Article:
Most characteristics, such as height, are determined by several genes working together. They are also influenced by environmental factors. These include: climate,diet ,physical accidents ,culture, lifestyle.

Identical twins

Identical twins are genetically the same. They are a good example of the interaction between inheritance and the environment. For example, an identical twin who takes regular exercise will have better muscle tone than one who does not. All of the differences that you see between identical twins, for example, in personality, tastes and aptitude, are due to differences in their experiences or environment.

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Alleles

The chromosomes in a pair carry the same genes in the same places. But there are different versions of the same gene.

Different versions of the same gene are called alleles, which is pronounced al-eels. For example, the gene for eye colour has an allele for blue eye colour and an allele for brown. For any gene, a person may have the same two alleles, or two different ones.

Recessive or dominant alleles

Alleles may be either recessive or dominant.

  • A recessive allele only shows if the individual has two copies of it. For example, the allele for blue eyes is recessive. You need two copies of this allele to have blue eyes.
  • A dominant allele always shows, even if the individual only has one copy of it. For example, the allele for brown eyes is dominant. You only need one copy of it to have brown eyes. Two copies will still give you brown eyes.
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Alleles

individual A is heterozygous and has one allele for blue eyes (recessive). B is homozygous and has two alleles for brown eyes (dominant). C is homozygous recessive and has two alleles for blue eyes (recessive)  (http://www.bbc.co.uk/staticarchive/1fbfc092849ed1a787667d10d02786370520cceb.gif)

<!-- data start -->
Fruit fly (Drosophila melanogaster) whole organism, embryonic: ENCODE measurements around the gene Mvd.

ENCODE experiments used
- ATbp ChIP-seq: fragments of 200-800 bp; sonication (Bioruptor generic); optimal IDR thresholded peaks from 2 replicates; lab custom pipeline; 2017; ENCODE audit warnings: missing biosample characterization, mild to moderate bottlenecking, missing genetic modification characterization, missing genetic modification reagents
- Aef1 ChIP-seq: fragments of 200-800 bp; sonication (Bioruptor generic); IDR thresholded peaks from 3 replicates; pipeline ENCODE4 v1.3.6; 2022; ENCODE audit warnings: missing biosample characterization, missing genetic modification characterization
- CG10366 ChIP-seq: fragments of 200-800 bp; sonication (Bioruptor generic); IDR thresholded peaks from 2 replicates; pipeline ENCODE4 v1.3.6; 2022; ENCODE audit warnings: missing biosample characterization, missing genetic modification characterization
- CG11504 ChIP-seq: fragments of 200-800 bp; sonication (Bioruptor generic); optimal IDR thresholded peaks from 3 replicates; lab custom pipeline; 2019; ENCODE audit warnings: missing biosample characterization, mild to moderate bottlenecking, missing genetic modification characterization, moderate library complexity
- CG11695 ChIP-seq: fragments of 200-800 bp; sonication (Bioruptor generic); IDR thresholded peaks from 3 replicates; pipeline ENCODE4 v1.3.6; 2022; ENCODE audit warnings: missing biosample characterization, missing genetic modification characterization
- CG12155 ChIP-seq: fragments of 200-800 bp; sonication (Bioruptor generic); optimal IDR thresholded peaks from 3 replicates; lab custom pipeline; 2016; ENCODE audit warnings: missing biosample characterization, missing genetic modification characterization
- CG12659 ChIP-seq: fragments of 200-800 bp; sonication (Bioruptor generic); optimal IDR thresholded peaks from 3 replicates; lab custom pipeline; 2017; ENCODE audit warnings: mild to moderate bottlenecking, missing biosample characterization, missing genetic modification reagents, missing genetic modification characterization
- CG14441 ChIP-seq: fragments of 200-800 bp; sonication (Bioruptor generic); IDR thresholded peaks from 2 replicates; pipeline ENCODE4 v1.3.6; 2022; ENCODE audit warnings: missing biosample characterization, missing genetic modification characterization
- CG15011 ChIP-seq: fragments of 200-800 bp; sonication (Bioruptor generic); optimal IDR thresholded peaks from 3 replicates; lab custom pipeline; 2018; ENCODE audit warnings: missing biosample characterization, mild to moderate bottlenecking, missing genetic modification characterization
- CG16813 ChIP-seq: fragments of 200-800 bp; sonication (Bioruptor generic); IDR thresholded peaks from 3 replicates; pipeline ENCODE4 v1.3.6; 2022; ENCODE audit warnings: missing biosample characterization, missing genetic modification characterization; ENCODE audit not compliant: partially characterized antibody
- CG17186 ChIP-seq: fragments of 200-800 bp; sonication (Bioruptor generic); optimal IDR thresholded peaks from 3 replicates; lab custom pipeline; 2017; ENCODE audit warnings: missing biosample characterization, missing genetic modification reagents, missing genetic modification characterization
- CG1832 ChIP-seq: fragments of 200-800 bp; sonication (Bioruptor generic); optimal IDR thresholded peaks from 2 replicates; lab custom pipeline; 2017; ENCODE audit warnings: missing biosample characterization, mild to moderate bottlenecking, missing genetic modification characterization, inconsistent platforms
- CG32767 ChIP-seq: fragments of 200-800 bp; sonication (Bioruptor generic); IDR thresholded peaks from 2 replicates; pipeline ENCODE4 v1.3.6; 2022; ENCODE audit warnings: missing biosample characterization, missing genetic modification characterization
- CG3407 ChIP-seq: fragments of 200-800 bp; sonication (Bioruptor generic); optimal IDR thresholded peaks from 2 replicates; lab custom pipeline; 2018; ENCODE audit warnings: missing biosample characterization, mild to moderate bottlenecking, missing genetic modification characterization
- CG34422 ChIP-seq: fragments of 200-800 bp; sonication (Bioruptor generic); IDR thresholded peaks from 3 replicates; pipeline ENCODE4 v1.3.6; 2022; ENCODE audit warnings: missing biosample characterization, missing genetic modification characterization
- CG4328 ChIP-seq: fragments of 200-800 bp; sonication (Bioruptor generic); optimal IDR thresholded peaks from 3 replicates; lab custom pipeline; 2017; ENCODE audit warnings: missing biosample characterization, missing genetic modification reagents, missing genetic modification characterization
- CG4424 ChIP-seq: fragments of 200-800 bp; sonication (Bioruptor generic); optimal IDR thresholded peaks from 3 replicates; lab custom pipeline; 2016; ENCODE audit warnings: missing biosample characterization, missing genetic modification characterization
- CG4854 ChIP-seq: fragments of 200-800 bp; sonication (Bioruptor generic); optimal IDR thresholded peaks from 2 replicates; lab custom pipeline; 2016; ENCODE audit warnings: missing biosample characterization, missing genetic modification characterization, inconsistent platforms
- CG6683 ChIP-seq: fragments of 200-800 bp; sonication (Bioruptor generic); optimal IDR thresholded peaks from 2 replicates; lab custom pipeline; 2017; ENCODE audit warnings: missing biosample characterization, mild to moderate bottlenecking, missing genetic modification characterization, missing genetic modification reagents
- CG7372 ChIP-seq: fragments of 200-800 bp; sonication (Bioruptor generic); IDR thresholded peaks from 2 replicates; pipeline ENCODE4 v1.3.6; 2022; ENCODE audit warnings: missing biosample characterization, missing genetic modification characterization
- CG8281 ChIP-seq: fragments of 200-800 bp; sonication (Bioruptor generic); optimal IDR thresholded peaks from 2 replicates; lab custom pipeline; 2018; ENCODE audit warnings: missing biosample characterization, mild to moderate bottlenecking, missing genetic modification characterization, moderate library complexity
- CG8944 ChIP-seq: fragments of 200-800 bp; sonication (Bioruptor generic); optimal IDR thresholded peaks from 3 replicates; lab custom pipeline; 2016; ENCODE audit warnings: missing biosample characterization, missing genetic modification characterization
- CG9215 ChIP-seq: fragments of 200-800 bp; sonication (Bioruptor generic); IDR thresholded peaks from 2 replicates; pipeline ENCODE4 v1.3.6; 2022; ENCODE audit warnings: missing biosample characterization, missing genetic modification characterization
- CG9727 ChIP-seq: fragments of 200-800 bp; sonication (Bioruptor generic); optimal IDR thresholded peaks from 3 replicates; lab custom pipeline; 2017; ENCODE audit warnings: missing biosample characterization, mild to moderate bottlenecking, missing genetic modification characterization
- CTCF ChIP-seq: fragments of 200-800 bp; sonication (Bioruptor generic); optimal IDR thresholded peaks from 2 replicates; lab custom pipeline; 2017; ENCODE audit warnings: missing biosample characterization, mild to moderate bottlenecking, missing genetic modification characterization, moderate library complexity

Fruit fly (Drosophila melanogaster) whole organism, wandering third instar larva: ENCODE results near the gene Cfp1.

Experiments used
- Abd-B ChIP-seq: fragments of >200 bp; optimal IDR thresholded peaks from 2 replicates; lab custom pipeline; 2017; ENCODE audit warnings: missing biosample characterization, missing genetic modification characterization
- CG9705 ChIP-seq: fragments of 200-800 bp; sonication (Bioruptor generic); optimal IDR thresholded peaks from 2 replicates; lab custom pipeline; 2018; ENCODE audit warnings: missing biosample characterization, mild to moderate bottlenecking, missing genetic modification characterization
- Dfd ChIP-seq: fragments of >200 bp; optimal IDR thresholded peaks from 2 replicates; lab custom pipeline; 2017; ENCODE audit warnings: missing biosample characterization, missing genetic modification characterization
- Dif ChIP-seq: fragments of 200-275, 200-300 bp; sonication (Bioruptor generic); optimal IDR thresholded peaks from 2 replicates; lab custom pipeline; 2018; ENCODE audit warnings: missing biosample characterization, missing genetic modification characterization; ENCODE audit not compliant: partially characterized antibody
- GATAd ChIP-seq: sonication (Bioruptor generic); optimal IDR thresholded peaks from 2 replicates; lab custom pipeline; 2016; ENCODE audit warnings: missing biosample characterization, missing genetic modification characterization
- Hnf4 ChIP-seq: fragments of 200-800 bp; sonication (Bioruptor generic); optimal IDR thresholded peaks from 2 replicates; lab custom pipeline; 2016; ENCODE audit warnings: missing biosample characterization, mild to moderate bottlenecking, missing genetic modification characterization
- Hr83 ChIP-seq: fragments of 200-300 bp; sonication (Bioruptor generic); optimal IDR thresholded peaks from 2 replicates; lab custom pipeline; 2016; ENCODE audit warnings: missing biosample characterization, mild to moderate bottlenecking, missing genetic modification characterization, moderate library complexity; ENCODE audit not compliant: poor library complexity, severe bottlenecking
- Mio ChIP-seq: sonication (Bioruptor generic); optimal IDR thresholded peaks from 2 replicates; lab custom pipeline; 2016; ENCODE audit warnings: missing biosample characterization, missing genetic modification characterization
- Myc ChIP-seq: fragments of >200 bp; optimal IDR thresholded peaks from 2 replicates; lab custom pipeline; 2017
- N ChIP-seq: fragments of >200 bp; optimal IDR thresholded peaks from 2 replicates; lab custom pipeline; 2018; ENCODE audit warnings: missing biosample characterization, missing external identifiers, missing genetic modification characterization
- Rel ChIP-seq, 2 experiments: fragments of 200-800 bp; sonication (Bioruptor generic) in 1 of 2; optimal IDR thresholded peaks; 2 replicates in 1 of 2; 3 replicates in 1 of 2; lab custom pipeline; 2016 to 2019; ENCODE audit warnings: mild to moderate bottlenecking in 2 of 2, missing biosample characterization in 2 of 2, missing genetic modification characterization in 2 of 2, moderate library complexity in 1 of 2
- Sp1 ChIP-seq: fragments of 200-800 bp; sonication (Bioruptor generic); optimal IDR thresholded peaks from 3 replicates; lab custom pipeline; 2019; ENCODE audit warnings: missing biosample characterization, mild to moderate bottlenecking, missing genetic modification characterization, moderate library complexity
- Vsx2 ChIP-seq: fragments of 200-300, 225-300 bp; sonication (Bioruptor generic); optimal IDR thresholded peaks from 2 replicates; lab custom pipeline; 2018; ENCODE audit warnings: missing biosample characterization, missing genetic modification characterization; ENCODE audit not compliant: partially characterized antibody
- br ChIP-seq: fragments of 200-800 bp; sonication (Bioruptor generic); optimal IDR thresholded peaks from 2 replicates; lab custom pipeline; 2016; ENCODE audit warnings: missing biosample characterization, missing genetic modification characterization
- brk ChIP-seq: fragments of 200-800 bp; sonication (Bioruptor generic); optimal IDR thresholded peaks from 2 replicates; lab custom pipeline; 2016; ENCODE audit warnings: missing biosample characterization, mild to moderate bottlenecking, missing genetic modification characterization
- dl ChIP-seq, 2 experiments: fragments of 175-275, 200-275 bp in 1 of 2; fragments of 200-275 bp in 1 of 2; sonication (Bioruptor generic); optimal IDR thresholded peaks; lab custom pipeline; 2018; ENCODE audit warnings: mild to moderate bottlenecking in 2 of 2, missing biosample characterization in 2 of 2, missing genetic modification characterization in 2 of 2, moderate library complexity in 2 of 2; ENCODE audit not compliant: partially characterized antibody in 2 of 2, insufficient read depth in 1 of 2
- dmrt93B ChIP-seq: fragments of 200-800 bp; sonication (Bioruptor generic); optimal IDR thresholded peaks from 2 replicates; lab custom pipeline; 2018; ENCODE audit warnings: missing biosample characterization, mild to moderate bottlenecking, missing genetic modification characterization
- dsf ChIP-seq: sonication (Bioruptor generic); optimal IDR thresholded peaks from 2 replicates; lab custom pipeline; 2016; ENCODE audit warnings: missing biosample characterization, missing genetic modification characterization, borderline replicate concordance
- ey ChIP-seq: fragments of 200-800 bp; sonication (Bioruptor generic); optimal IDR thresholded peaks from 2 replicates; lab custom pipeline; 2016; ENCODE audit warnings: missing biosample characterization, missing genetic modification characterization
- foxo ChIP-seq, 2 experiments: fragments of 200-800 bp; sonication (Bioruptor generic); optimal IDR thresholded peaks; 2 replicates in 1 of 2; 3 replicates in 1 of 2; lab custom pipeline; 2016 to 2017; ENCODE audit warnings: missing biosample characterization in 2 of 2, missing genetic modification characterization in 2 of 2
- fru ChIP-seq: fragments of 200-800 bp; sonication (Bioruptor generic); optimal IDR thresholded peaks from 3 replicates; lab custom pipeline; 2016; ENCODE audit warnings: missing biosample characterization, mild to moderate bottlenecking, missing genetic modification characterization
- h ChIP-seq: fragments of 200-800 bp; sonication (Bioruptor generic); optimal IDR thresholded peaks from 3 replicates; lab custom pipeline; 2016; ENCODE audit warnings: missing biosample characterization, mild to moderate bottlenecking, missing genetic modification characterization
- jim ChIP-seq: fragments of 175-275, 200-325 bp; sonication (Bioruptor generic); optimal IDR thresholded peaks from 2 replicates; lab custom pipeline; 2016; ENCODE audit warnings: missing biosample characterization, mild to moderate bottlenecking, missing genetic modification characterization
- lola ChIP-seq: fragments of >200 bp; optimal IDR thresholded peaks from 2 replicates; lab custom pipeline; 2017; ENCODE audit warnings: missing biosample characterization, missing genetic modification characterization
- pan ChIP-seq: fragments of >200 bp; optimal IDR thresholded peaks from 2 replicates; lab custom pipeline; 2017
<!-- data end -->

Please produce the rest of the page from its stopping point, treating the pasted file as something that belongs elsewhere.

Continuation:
Individuals A and B have brown eyes - only individual C has blue eyes

Only individual C will have blue eyes, because the allele for blue eyes is recessive.

Individual A is called a carrier because, even though they have brown eyes, they still carry the allele for blues eyes and can pass this allele on to future generations.

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Cystic fibrosis

Cystic fibrosis

Cystic fibrosis (CF) is caused by a recessive allele. In the genetic diagram below, it is written as f.

People with CF produce abnormally thick and sticky mucus in their lungs and airways. As a result, they are more likely to get respiratory infections. Daily physiotherapy helps to relieve congestion, while antibiotics can fight infection. CF also affects the gut and pancreas, so food is not digested efficiently.

Inheriting copies of the allele

You need to inherit two copies of the faulty allele to be born with CF. If you have just one copy, you are a carrier, but will not experience any symptoms. If two carriers have a child together, there is a one in four chance of it inheriting the disorder.